Tasty eclairs all round as Enda's love bombs fall
Over the last two weeks, I have been buried in a bubble of love. Suddenly, all my political foes have become uncannily cuddly. Those who have been happy to hurl insults across the Dail floor have been welcoming me into Government Buildings. The past is forgiven and forgotten. We are now, supposedly, all in this big mess together. The narrative in the Department of the Taoiseach is being hammered home: it is our joint "responsibility" to bury the hatchet and form a government. Anyone who does not subscribe to this doctrine is betraying the people.
The mating game began soon after the General Election. Unfortunately, the choice of partners was limited. Many TDs did not want to become "contaminated" by the process. They feared being sucked into it. They could never vote for either Enda Kenny or Micheal Martin for Taoiseach, so why turn up at Government Buildings to take part in what they regarded as a farce?
I am part of what Sinn Fein leader Gerry Adams and others have recently branded a "charade".
The absence of Adams's party, the Social Democrats, the Anti-Austerity crowd, the Greens, the Labour Party and various Independents has not reduced the negotiations to nought, but has certainly limited the combinations for government.
Yet the absentees have done the participants a favour. We are permanently reminded by them of the intoxicating temptations of power, the moment you enter Government Buildings. The atmosphere is dangerously seductive.
We are negotiating in comfort and in privileged surroundings. The path from Leinster House to Government Buildings is almost seamless, through a tunnel open to ministers, TDs, senators and top civil servants. Every day, we have been treated to a lunch of fresh sandwiches or even a hot dish. One day, we even sampled eclairs and other pastries. Break-out rooms have been made available to every group in the talks.
Coffee, tea and biscuits flow throughout the day. All the luxurious rooms have high ceilings, the walls are covered by wooden panels and the carpets are inches deep.
Lunch gives us an opportunity to rub shoulders with normally unapproachable and distant ministers. Today, nothing is too much trouble for them.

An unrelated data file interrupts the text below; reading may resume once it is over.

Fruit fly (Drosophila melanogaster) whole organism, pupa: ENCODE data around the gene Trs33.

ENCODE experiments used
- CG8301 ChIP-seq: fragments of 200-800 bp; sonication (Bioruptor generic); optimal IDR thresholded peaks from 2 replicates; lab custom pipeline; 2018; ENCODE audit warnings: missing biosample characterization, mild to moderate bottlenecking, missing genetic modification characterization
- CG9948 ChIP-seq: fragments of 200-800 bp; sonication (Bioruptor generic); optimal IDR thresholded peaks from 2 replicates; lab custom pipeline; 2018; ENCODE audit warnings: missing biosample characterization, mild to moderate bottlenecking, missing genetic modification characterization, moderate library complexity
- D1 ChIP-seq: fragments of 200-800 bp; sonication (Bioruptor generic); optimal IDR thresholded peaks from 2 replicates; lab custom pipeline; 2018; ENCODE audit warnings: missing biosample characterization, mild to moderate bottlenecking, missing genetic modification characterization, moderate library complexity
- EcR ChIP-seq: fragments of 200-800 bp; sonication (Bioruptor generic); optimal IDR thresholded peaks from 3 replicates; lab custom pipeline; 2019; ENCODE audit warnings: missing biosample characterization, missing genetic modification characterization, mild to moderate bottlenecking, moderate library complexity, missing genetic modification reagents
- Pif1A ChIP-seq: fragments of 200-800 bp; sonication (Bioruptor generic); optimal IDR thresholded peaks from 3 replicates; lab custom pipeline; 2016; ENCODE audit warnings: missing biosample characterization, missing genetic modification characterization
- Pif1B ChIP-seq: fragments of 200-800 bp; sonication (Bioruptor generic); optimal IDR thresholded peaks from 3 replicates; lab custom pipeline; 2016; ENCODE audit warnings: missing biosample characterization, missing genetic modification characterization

They all seem to have been to charm school in recent weeks. I became particularly worried about myself last Wednesday when I began to warm to Richard Bruton, Simon Coveney and Frances Fitzgerald. I positively liked the company of junior minister, Simon Harris. Enda Kenny was warm in his conversations and generous in his hospitality. All that was lacking was vodka or caviar.
A "them and us" atmosphere was being created by continuous back-patting, heaped on us by our hosts for taking part in the "process". We were constantly being complimented on our political courage and the "risks" we were taking "in the national interest".
We were in danger of becoming political insiders. Never in the history of the State have the bellies of Independent TDs been so well filled nor tickled more vigorously.
Momentarily, we enjoyed the attention, the flattery and the comaraderie. The unwritten script was obvious: you could be permanent occupants of this modest palace within weeks. By implication, those outside the process (and the comfort of Government Buildings) lacked our patriotism, our self-sacrifice and were not interested in government formation.
The detractors are partly wrong. Dialogue is essential, however distasteful or even hopeless, but if everyone behaved the same way as Adams and his crew, no government could possibly be formed.
But the detractors are right when they warn that those participating are in danger of being politically neutered by the experience. Some could even be captured, overcome by Stockholm Syndrome.